At the same time, if a noncisgendered person feels that they are, say, female, they have probably fought so many battles on their sexuality that referring to them in a gender neutral sense may be incredibly hurtful. You simply do not know how someone ideally wants to be treated until stepping out of line. Perhaps unsurprisingly, there is as much genuine confusion, misunderstandings, and arguments within non-cisgendered, non-heterosexual communities as there is within society as a whole.

When it comes down to it, any kind of label, whether accurate in our eyes or not, may offend, even if (as I found out the hard way), the label is ‘cisgendered’ and applied to those who haven’t given their sex a second thought. Perhaps equally unsurprisingly, we all mistakenly mistreat each other in a variety of ways when we first meet them, so pick the path of least resistance, and if you know they are non-cisgendered, don’t be afraid to politely ask. There is an enormous difference between asking someone ‘what’ they are, and asking them how to refer to them. Commonly, the answer will be “call me by my name,” which gramatically can be a bit hard at first but well worth the respect and smiles you get in return. “Labels are strange to me. “Transgender” feels weird enough coming out of my mouth, let alone something as abrasively in-your-face as “genderqueer.” Ultimately, the only label that I’m truly comfortable with is “Me”.”(genderfork.com)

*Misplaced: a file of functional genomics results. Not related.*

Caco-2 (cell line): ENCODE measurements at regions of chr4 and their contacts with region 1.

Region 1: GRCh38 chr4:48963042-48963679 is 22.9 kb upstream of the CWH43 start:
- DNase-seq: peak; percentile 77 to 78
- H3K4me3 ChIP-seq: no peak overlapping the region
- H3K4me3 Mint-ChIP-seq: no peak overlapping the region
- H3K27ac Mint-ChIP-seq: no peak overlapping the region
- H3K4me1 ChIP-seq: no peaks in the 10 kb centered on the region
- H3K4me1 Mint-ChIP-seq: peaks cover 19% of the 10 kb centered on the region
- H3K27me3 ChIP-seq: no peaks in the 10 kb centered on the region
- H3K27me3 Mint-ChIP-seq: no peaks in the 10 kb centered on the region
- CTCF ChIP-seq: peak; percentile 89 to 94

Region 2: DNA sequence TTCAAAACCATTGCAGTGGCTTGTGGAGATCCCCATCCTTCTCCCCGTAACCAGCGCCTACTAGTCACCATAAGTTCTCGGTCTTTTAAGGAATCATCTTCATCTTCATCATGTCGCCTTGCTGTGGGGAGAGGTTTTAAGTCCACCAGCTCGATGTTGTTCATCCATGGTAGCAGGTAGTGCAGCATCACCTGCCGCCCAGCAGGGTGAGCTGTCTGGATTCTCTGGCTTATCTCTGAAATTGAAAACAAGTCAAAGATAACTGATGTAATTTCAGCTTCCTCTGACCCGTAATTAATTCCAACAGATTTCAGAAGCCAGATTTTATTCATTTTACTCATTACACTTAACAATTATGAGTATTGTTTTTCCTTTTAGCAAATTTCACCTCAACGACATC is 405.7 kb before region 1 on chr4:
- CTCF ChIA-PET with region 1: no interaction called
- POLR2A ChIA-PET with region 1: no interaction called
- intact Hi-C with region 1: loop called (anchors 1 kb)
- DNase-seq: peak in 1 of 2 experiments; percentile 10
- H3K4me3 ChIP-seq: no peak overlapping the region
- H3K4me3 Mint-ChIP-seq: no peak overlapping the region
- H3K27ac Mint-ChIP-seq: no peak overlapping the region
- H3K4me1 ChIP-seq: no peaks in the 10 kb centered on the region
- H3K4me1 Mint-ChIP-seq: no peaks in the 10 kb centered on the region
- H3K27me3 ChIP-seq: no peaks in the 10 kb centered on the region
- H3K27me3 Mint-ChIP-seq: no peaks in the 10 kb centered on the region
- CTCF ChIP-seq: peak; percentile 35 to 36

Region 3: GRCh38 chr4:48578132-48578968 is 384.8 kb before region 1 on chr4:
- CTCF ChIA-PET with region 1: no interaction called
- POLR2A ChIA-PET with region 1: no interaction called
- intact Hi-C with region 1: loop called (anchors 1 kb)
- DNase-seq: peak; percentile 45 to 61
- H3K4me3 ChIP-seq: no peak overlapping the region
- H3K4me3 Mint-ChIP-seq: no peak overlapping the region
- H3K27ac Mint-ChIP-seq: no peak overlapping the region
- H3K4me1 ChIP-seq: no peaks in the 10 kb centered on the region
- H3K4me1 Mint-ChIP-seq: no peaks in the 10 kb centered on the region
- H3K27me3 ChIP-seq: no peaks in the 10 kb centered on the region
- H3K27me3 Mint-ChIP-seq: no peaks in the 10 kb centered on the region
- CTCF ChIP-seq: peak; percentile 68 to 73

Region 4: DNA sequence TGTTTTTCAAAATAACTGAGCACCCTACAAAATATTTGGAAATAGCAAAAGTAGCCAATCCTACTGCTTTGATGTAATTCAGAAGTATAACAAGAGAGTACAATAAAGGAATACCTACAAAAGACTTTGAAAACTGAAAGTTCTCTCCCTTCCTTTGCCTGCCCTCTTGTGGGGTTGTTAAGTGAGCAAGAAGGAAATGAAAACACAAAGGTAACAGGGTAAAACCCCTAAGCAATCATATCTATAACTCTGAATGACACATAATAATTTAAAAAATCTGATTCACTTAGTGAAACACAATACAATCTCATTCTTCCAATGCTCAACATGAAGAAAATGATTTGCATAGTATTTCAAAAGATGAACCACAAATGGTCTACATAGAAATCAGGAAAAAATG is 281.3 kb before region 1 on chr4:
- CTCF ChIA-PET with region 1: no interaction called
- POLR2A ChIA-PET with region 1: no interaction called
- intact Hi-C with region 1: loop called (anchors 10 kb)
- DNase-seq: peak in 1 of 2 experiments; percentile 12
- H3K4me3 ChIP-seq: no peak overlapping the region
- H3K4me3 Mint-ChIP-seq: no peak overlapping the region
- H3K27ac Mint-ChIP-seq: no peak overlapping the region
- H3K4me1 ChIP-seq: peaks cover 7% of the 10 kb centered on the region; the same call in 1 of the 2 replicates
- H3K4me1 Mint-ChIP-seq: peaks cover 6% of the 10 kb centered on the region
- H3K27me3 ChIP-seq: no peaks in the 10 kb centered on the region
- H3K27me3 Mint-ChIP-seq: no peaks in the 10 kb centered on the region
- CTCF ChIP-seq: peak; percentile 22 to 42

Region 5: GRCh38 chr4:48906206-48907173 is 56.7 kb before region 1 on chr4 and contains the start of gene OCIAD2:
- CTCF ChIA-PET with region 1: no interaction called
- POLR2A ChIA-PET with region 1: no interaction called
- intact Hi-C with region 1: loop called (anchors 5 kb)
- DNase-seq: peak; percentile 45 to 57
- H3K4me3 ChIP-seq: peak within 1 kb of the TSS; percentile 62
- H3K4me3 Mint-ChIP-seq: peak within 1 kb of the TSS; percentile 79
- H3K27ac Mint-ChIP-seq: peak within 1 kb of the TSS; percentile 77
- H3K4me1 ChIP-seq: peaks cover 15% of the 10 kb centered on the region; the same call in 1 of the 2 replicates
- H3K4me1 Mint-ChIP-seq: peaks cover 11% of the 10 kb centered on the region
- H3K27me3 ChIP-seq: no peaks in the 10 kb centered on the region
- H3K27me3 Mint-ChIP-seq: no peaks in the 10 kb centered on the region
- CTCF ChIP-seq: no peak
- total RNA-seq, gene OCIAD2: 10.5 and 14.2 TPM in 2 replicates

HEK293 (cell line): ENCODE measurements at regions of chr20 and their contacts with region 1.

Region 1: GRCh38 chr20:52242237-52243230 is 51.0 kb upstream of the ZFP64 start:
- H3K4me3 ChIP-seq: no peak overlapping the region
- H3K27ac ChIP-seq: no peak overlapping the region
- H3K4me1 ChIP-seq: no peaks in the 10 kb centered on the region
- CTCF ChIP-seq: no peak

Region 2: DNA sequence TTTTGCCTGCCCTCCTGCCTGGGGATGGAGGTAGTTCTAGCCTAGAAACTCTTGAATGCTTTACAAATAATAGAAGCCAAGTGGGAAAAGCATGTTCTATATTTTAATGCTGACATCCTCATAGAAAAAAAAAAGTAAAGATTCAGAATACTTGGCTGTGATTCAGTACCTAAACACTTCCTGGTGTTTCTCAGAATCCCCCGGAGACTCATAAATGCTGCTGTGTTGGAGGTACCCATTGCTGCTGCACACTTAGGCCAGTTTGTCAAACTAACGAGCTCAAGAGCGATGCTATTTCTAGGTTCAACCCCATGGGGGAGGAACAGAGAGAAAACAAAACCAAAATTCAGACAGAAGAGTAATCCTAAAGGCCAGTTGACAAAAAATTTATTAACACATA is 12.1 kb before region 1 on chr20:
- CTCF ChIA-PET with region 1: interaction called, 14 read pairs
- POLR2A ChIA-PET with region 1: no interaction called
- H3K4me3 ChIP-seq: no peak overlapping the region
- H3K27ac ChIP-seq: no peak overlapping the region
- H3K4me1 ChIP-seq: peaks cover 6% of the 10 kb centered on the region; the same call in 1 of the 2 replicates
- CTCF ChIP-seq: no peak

The only truly positive way to move forward, and the most common request, is that non-cisgendered people are just allowed to exist without another battle. Working out how to talk to people is enough to push some people back into angry, intentional ignorance. The joy of being treated as the gender one wishes to be perceived as is great, but when actually engaging in conversation, leaving gender entirely out of it and talking to a non-cisgendered person as a real live, normal, human being who isn’t defined by gender is even better.